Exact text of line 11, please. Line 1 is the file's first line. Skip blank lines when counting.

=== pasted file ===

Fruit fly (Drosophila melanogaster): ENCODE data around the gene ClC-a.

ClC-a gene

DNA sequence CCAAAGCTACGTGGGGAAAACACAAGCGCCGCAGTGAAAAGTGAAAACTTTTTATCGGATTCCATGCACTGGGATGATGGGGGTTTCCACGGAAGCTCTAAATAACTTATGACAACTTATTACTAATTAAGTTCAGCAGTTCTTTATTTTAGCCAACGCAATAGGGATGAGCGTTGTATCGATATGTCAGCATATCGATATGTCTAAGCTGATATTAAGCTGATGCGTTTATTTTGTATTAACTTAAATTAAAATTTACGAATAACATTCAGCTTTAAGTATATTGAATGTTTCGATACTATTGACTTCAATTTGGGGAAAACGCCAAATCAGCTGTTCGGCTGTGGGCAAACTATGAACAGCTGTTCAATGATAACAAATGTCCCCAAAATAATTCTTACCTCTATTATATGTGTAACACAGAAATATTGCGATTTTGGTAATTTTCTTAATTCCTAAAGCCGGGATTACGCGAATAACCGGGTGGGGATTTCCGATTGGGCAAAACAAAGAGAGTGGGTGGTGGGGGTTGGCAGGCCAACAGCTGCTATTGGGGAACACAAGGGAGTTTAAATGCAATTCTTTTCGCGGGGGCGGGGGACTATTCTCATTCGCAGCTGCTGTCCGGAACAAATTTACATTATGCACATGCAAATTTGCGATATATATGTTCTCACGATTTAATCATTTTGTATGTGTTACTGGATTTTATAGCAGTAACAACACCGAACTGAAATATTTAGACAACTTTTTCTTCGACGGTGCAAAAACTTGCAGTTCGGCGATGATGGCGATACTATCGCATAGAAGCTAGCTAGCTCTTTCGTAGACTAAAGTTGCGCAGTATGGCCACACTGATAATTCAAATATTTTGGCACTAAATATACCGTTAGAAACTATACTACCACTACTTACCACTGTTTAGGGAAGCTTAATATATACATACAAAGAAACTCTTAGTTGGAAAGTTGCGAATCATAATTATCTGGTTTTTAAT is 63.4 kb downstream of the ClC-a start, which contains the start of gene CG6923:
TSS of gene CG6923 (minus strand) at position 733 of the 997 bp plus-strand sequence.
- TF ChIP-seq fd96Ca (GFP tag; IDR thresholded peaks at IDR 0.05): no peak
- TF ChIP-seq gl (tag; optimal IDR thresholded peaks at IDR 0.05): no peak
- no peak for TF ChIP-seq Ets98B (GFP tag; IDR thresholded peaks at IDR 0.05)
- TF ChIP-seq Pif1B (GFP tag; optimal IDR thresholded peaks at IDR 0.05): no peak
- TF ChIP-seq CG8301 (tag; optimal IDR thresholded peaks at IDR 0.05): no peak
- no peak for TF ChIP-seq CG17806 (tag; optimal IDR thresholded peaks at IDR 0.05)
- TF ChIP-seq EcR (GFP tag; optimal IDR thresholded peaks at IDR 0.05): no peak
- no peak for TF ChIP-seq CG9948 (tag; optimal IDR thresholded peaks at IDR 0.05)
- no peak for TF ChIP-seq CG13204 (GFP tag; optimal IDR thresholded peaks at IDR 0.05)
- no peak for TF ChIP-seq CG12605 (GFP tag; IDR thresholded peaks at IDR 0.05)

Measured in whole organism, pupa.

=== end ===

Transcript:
- TF ChIP-seq EcR (GFP tag; optimal IDR thresholded peaks at IDR 0.05): no peak